Milanne Rehor, 73, has devoted her life’s work toward the return the recently extinct Abaco Island Horse to the island, they once inhabited. As Program Director of Arkwild, Inc., Milanne, Mim, has dedicated the last 26 years to saving the breed. When the last surviving mare, Nunki, died 3 years ago, Mim was by her side.

Nunki’s DNA is currently stored at a cloning facility waiting for the day when the Wild Horses of Abaco Island’s 3800 acre conservation area is ready for their return. Supported by the Bahamian government the Preserve, will one day be the home for the new generation of Wild Abaco Island horses.

In May 2017, the Bahamian government approved a 40-page restoration plan that includes designation of the Preserve as a conservation area, establishment of an equine-assisted therapy program, promotion of the Preserve for ecotourism and as an area for re-introduction of the cloned Abaco Island Horse breed. The plan has been adopted, location of the Preserve has been sanctioned, and the focus now is raising funds to finance improvements and building infrastructure.

Since WARHorses’ last post update,  a new board of directors is being formed and fundraising efforts have reached a crescendo. There is a seemingly insurmountable amount of work to be done but slowly, progress is being made. Mim makes certain of that.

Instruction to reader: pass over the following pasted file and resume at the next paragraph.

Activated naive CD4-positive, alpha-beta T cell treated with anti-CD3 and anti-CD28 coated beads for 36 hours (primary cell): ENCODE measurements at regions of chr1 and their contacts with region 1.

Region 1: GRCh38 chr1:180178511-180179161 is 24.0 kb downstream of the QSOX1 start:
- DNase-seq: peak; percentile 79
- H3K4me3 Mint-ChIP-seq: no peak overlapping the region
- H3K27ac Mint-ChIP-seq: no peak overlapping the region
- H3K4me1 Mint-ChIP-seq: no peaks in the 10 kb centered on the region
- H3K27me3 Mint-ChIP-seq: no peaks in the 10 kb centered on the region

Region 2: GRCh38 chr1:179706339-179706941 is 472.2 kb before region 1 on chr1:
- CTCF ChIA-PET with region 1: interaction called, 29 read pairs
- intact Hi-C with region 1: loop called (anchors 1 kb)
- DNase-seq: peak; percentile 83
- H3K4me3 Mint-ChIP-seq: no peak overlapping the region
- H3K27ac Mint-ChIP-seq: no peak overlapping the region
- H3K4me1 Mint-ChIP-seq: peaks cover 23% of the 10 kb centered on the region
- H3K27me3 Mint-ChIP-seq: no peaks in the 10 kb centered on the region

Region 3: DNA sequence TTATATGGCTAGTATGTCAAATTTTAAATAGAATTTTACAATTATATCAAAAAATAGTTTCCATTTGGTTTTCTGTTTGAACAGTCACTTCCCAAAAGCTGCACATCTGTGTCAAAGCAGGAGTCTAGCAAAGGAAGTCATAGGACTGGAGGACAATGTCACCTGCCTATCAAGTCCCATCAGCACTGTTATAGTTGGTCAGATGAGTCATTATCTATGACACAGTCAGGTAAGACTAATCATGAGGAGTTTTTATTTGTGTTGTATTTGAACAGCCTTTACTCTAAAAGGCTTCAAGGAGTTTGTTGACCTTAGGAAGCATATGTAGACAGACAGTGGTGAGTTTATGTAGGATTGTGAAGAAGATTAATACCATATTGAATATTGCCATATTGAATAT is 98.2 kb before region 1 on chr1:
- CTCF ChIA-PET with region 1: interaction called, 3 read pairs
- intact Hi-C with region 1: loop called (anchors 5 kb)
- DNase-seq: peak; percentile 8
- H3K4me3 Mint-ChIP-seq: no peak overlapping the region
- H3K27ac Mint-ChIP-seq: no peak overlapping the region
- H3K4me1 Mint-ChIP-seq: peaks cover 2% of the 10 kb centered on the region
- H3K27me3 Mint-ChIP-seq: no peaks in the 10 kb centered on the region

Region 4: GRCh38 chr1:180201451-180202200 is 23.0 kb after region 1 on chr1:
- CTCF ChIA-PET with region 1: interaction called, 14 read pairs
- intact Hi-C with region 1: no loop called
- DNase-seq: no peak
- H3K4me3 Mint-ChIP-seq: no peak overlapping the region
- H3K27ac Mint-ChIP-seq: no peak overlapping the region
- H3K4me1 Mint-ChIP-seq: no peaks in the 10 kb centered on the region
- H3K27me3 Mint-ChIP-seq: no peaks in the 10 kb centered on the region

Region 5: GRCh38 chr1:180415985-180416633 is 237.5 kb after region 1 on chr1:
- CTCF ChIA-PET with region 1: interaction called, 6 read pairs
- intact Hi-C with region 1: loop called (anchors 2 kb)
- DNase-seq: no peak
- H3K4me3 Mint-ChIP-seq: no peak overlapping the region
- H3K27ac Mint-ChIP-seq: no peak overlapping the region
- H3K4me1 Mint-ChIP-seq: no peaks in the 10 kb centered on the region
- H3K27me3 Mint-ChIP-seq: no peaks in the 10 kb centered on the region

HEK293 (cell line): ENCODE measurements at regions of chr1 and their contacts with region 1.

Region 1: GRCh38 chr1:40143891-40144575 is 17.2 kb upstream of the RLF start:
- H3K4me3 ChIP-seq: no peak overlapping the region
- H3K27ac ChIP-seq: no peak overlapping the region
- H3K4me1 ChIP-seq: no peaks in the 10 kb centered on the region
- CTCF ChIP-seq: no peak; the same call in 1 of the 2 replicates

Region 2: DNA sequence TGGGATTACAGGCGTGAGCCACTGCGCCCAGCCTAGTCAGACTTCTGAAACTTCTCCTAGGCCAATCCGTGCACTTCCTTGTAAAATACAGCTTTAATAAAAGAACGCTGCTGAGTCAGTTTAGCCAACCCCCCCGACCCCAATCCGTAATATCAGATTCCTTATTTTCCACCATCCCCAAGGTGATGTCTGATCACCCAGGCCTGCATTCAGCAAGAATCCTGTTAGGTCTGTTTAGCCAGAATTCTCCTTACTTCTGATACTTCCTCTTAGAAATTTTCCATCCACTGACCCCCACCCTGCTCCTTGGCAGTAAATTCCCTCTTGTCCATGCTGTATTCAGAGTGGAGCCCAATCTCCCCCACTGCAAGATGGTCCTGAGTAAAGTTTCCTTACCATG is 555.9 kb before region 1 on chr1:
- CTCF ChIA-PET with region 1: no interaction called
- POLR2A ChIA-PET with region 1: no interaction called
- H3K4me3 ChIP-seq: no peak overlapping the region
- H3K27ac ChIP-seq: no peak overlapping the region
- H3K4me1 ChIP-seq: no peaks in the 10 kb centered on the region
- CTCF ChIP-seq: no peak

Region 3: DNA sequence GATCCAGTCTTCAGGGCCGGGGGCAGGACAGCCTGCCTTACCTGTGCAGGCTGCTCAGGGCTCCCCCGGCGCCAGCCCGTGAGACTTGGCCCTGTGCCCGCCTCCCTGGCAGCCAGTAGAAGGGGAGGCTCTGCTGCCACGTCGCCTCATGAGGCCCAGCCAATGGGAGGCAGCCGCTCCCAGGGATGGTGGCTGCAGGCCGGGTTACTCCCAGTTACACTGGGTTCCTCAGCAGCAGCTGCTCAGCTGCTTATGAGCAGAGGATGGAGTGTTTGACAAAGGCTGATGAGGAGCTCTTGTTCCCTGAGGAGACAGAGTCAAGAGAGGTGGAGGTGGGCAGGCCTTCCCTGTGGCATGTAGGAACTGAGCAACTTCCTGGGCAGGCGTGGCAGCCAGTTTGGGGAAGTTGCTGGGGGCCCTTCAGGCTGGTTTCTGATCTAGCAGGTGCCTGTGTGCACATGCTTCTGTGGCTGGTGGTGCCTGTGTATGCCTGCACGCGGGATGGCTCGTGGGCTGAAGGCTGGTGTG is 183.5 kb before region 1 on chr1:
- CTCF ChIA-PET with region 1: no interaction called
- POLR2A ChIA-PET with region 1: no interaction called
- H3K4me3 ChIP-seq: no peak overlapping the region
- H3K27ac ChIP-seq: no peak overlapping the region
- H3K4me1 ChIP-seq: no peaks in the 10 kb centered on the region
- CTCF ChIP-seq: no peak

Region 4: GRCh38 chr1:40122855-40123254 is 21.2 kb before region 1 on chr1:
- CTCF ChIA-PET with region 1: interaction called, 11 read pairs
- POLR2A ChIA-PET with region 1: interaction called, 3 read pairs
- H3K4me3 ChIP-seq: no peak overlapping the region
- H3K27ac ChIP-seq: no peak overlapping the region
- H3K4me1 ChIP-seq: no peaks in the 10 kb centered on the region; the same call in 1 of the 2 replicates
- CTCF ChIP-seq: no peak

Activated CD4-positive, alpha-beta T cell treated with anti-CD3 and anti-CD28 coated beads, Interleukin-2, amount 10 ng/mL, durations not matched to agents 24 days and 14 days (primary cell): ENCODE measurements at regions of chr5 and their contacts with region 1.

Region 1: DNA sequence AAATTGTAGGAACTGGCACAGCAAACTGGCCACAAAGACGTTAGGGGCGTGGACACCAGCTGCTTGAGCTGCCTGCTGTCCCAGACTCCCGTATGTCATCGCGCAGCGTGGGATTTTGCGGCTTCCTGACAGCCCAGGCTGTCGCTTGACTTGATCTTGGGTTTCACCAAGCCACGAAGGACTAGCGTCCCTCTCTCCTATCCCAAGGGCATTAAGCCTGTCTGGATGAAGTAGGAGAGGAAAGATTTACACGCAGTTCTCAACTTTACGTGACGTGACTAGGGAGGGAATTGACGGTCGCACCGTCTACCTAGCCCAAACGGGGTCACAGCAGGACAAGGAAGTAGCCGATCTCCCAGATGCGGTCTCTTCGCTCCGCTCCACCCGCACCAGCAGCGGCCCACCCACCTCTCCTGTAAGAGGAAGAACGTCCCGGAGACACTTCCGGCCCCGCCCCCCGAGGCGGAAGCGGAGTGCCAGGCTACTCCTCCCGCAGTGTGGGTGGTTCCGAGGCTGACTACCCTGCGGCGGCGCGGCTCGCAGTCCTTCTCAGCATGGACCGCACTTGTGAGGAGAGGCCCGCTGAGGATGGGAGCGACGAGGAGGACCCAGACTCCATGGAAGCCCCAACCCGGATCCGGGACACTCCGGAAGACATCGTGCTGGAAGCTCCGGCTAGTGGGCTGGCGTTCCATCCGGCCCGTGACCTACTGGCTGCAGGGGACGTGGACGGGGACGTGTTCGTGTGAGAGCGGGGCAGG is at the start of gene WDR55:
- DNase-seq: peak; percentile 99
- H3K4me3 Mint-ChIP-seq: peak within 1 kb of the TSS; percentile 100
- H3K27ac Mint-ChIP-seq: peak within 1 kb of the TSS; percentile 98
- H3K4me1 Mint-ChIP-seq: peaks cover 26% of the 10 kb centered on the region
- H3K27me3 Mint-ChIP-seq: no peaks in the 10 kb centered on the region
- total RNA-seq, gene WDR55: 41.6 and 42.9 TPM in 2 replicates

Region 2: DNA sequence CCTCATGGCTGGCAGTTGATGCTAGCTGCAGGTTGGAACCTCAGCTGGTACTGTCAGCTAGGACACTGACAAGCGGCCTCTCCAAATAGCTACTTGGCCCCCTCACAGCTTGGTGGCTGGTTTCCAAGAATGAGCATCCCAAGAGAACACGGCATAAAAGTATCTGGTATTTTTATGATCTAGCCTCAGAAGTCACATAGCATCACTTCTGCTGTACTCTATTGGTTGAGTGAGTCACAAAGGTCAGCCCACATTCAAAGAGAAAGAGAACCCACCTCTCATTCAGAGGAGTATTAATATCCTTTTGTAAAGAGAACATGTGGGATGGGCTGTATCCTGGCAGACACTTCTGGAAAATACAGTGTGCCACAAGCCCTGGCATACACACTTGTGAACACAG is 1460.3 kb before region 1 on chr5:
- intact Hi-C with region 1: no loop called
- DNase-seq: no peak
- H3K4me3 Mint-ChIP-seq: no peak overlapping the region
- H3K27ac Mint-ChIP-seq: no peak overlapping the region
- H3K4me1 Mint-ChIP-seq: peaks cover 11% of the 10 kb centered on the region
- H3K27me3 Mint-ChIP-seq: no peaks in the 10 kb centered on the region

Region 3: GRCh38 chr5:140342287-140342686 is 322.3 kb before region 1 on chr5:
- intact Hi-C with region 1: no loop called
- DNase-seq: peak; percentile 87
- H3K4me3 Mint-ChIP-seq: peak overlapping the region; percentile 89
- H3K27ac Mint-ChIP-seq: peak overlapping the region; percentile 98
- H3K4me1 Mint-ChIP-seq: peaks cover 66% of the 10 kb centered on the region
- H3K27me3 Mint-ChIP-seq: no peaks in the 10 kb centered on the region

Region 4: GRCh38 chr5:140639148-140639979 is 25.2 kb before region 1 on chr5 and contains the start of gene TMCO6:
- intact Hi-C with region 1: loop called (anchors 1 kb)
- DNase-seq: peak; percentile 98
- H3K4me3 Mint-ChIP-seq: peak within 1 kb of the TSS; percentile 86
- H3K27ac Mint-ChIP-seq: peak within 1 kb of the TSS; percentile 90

WH: What is the current state of the Preserve?
MR: The vegetation is lush from good spring rain but the buildings (shipping containers) continue to deteriorate from rust. Roofs I tarred and papered years ago are leaking, insulation I put up years ago is being blown off. It is very sad looking. The dogs are fine though their pens are overgrown. They are happy to be safe and well fed, sometimes we sing together just before I leave from a visit. Kali and KatLean, the Preserve’s two cats, thrive and not long ago presented me with three big rats. Frogs and bees also thrive which is very good.

“Messy” today, believe it or not she runs but needs a bit of TLC and new tires

What item is most needed?
Funding. We need to hire several fulltime workmen and get our old tractor “Messy” running again. Our priority is to re-fence one area that will provide habitat for four therapy horses. With manpower and the proper equipment this can be completed within a few months.


Are you concerned about the seasonal problems of fire and hurricanes?
Fires can happen any time there is drought and people decide to clear fields. With a functioning tractor, a new big pump and some basic equipment we can successfully control fire. As things are now we cannot do anything except maintain, by machete, a clear area round the base and containers. For hurricanes the containers have been cabled down to strong deep buried anchors. We may lose more insulation, we’ll have to cut the Neem tree way back, pack away anything loose, and hope for the best.

The natural landscape at the Preserve

How are the new board members supporting the restoration plan?
I recently took Dr. George Charitè and Dr. Derrick Bailey to two key locations at the Preserve. The first is an ancient dune ridge that over looks both farmlands and Preserve. The view shows the striking difference in terrain between the flattened, bulldozed farm and the wonderful natural contours of the preserve with it dunes and marsh areas. The rugged terrain and rough ground were perfect for keeping the horses fit, hooves included. Then we walked down to the corral and round pen agreeing that the location was fine and just needed restoration.